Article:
But that’s just another day in the mining industry, where a complex supply chain is made even more complex by the fact that many job sites are located "in the middle of nowhere," said Mike Efting, the newly named CEO of Quadrem, a mining and metals e-marketplace. "Mines aren’t exactly located in major cities. It brings a complexity to the supply situation, having to travel 60 miles down a dirt road to get to a mine somewhere in Montana."
Yet mining is anything but a backwater business. Mining companies spend about $200 billion per year on suppliers, and Quadrem has landed about 20 companies—representing about $80 billion in spending—as customers, Efting said. The companies mine everything from aluminum and copper to gold and diamonds.
The Quadrem e-marketplace, announced last May by a consortium of global mining companies including Alcoa Inc. and De Beers Consolidated Mines Ltd., has already held some beta auctions and is in the midst of integrating the buyers into its e-marketplace for a full-site launch this quarter.
Its goals on the supply side are even more ambitious, aiming to bring more than 2,000 suppliers online this year. The e-market is built on technology from Commerce One Inc. and SAPMarkets Inc.
Efting, who joined El Segundo, Calif.-based Quadrem last November, said recently that the company "has been running like a project, but now we’re turning it into a business."
Quadrem is focusing mainly on indirect procurement goods, such as pumps, motors, valves, conveyer belts and explosives, Efting said.
The exchange faces many of the usual e-market problems, including integrating its members’ back-end systems into the marketplace and establishing liquidity in the form of available goods to buy and sell. Complicating matters even more is the fact that the Quadrem launch is a global one; the company is operating on six continents, Efting said.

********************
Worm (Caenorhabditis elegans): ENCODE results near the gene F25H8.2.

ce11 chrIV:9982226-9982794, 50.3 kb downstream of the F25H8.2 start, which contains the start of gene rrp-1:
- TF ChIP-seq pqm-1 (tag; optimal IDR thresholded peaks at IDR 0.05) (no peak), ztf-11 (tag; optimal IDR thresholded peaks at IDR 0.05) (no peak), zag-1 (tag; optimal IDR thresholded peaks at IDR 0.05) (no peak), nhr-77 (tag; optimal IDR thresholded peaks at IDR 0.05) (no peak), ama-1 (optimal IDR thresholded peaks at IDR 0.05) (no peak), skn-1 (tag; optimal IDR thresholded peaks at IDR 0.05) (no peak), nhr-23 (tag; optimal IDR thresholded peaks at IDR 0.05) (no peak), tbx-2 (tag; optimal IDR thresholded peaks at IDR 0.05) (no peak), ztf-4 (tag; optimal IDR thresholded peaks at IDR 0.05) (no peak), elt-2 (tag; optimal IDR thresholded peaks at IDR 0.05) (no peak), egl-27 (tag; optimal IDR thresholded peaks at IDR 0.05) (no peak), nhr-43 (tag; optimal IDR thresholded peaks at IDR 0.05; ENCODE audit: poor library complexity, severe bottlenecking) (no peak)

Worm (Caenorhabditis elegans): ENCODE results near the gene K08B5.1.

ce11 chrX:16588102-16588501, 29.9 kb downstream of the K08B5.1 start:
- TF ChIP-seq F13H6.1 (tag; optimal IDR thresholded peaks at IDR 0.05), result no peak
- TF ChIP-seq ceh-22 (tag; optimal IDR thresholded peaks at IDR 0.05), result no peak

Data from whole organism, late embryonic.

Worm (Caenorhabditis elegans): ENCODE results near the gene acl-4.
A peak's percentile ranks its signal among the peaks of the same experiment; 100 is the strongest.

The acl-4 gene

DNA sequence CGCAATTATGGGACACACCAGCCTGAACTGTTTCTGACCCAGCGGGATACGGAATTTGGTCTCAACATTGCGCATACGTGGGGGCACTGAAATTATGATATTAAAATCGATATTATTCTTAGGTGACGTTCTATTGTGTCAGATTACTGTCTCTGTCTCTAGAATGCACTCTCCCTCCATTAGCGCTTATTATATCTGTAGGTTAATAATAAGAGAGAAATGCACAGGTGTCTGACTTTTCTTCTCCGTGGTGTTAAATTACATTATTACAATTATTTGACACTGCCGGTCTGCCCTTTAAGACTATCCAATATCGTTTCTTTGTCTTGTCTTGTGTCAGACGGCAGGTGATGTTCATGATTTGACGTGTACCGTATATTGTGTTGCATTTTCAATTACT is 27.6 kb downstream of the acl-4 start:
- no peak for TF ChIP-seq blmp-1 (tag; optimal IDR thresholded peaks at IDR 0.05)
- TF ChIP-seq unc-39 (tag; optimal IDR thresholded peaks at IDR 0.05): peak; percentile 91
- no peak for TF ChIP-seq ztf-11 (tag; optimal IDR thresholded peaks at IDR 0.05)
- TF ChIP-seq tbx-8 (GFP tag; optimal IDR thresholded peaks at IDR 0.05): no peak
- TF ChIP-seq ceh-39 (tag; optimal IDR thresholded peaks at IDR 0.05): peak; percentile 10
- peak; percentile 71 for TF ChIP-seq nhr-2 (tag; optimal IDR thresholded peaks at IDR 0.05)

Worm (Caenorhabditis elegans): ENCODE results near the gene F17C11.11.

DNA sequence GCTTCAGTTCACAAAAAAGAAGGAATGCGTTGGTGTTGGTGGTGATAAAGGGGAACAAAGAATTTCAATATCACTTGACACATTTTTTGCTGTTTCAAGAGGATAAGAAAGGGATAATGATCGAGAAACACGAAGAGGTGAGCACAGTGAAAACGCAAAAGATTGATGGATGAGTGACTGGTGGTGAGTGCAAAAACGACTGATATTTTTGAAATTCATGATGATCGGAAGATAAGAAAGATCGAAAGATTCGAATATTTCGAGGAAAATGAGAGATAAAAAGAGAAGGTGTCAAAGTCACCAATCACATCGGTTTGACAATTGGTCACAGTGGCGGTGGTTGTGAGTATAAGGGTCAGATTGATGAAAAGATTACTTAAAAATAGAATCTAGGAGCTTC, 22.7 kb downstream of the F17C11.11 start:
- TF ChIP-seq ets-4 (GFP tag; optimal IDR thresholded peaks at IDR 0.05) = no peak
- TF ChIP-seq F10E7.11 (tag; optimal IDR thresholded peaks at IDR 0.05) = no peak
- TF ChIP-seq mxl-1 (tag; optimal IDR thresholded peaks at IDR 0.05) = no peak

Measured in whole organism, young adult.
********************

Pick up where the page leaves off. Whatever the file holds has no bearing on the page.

Industry changes ahead
Also notable is the fact that the global mining industry is undergoing a major consolidation. And as companies buy each another, one of the biggest opportunities to take costs out of the deal is to standardize computer systems and aggregate buying and procurement functions, Efting said. That’s where Quadrem can help.
"The reason that consolidation is happening in this industry is that it has very low margins," he said. "Companies are very aggressive in wanting to utilize new technology. It is part of their culture."
Also part of the culture is the fact that while mining companies do compete over mineral rights at times, "these guys aren’t really direct competitors in the marketplace," Efting said. "They don’t really have direct competitive sales forces. Gold mines don’t compete; they sell all the gold they can mine at a market price."
For that reason, mining companies aren’t afraid to partner to drive costs out of their business, he said.
The tough part of the Quadrem message is reaching out to suppliers, Efting said. A third are eager and ready to go, a third don’t fully understand the value of Quadrem, and a third are afraid this new middleman will "impact their margins, commoditize their products, make me change my business model and cost me money," Efting said.
For that reason, "the supplier side is where I’m going to be spending most of my time this year."
One supplier in early Quadrem pilots, Corporate Express Australia Ltd., said Quadrem can better help it serve the mining industry, "which has typically been a difficult industry to target due to the remoteness of most sites and the diversity of needs," said Grant Harrod, the supplier’s general manager of sales and marketing.
"I understand the suppliers’ issues," Efting said, noting that early in his career he worked for chemicals suppliers that called on the mining industry. After that he held top spots at two early e-marketplaces, e-Chemicals.com and ChemPoint.com, before moving on to Quadrem. "That’s why they hired me rather than someone out of the mining industry."